7. TheForthcoming responds:

    I have my doubts about Raynor’s opinion on things.

    One of the only sources I trust (besides myself lol) is
    Loren Coleman, Chad Arment and a few others in the
    field of Cryptozoology and Zoology in general. Loren
    has always done a great job reporting about Cryptozoology
    with an open and honest mind and is careful not to make
    conclusions too quickly imo.

    I’m sure I’m not the only one that feels this way.

  8. silverity responds:

    Loch Ness is indeed small compared to state wide forests but if the peat stained waters of Loch Ness ensure things get pretty dark after 10-20 feet below. A bit like looking for Bigfoot at nighttime, in a dense fog whilst heavily raining (can it be foggy and raining at the same time? :) ).

    A difficult place to explore.

    Roland

  9. Genus Unknown responds:

    But hasn’t the entire loch been swept with sonar? Aren’t more people than ever looking for Nessie, and finding nothing more than the occasional “dark shape?”

  10. Loren Coleman responds:

    GU, what you are probably referring to is Operation Deepscan. In 1987, Operation Deepscan said they successfully swept 60% of the underwater area of Loch Ness. Twenty-four boats equipped with echosounder equipment were deployed across the whole width of the loch and they simultaneously sent out acoustic waves. BBC News reported that the scientists had made sonar contact with a large unidentified object of unusual size and strength. Reports indicated three “unknown” large contacts were recorded, although that part of the record was downplayed. The researchers decided to return to the same spot and re-scan the area. After analyzing the echosounder images, it seemed to point to debris at the bottom of the loch, although three of the pictures were of moving debris. Humm. Adrian Shine speculated that they could be seals that got into the loch, since they would be of about the same magnitude as the objects detected. No one was surprised with his quick debunking of the scans.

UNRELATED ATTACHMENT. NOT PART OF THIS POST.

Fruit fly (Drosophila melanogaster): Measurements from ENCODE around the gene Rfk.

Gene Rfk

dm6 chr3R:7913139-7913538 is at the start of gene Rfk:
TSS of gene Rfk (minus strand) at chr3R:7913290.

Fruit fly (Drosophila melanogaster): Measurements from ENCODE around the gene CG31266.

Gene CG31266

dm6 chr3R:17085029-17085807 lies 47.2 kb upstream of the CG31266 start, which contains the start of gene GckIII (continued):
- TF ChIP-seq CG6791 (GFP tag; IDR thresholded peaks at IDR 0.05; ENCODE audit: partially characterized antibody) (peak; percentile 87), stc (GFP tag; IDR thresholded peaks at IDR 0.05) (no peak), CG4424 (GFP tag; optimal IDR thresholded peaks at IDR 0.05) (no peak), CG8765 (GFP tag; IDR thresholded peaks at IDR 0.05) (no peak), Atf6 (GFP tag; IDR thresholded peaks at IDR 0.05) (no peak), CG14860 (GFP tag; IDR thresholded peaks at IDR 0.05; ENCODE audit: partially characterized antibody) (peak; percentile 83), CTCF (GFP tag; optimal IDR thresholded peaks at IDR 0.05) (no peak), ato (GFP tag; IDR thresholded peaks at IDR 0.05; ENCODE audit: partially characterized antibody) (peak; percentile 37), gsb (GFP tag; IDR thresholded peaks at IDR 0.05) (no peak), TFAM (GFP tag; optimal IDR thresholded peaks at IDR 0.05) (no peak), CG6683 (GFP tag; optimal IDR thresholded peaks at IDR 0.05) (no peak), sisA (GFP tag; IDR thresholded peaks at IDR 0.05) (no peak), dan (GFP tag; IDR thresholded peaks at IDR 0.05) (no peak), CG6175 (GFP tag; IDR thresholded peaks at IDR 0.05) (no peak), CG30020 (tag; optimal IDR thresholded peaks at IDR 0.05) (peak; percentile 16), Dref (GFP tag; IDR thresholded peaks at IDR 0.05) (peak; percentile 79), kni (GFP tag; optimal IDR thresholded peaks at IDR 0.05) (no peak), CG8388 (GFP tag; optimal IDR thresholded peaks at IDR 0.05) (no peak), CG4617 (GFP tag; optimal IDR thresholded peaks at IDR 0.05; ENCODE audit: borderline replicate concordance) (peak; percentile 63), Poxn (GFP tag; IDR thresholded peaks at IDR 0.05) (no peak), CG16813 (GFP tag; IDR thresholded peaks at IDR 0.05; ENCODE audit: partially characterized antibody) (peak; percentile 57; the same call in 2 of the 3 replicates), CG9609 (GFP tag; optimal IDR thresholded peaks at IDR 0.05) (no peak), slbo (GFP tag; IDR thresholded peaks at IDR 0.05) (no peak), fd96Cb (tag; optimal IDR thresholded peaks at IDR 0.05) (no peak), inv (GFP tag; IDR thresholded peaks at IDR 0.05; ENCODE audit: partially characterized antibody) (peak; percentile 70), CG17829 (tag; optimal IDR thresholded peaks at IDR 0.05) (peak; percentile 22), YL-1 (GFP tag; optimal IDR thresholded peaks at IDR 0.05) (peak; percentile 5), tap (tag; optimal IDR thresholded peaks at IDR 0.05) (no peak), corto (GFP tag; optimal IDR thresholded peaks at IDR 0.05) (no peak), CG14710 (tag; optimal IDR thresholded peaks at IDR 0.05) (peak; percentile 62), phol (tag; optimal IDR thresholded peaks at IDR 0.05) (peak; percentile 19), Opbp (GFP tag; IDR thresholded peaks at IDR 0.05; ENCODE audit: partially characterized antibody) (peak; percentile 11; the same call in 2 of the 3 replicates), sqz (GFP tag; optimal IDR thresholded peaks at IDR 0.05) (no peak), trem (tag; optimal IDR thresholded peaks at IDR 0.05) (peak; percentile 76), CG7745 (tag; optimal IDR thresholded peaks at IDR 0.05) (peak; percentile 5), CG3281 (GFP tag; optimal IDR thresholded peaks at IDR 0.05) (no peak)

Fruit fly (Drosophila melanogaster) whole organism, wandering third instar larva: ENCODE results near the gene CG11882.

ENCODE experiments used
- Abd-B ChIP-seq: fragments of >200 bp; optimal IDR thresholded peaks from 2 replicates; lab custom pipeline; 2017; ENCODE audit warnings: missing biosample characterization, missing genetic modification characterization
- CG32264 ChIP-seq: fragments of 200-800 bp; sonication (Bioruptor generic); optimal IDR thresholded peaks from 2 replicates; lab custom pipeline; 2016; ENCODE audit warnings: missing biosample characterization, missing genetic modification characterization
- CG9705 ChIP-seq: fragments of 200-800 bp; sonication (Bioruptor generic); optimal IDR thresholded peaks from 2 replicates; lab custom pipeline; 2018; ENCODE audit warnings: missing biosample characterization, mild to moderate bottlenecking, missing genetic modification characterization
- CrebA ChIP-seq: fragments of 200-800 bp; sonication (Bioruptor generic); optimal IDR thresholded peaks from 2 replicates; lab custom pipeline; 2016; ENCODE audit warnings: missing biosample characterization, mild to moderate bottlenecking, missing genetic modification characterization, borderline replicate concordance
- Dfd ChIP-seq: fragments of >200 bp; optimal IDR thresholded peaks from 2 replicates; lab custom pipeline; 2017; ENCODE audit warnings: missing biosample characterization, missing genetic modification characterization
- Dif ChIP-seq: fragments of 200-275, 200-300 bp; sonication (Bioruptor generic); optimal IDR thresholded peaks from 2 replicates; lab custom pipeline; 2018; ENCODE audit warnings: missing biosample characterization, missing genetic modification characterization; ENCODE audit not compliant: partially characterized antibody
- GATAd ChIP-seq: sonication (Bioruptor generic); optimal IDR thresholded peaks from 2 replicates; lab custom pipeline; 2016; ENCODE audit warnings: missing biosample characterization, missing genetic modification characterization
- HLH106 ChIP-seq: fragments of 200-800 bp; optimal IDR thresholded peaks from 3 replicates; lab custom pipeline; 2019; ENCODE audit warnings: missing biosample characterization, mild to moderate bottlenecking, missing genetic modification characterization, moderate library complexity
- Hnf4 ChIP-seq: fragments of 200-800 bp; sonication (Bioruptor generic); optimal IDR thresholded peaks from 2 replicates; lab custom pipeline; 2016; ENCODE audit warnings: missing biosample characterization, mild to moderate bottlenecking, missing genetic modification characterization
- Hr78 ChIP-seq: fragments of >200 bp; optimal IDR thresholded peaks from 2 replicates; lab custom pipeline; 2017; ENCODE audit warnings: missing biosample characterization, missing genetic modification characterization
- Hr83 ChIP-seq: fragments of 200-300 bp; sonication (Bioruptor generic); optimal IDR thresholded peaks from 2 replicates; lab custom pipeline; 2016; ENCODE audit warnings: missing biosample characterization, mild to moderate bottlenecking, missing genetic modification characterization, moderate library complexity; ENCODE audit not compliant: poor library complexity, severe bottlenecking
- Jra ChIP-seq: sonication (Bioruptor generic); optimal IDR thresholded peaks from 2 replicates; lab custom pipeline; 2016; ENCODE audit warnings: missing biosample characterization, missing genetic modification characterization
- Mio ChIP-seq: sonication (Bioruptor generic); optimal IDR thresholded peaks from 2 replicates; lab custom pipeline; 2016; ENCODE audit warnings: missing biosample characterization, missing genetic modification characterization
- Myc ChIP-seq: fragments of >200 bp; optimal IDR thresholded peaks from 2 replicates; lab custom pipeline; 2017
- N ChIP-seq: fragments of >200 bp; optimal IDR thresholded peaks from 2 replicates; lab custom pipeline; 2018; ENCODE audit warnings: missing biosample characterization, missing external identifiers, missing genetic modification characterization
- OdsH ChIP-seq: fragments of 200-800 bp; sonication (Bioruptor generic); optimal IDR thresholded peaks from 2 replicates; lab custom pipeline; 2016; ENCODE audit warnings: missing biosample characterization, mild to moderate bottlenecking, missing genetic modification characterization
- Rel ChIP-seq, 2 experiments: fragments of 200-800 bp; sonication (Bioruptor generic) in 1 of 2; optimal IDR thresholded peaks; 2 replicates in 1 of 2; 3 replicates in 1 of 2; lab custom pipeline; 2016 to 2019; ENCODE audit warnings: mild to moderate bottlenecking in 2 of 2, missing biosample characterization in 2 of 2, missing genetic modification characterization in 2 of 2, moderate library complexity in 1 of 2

Darrell Lowrance, sonar expert and founder of Lowrance Electronics, donated a number of echosounder units used during Operation Deepscan. After examining the echogram data, specifically a sonar return revealing a large moving object near Urquhart Bay at a depth of 600 feet (180 m), Lowrance said: “There’s something here that we don’t understand, and there’s something here that’s larger than a fish, maybe some species that hasn’t been detected before. I don’t know.”

  11. fmurphy1970 responds:

    I had a Nessie sighting this morning on Google maps! Go to Loch Ness and zoom in to the loch near Drumnadrochit on the 8-bit version of Google maps and there’s Nessie right in the middle of the loch. I had heard that Google have placed a number of “monsters” on their 8-bit map including a Yeti in the Hymalayas, although I’ve not found it yet. If any one does, do let us know. Don’t know how long the 8 bit maps will be available for, maybe just for April fools day?

  12. Loren Coleman responds:

    I think anyone wishing to read my comments, and then try to move them into a some kind of negative remarks about Dick Raynor are misreading me severely.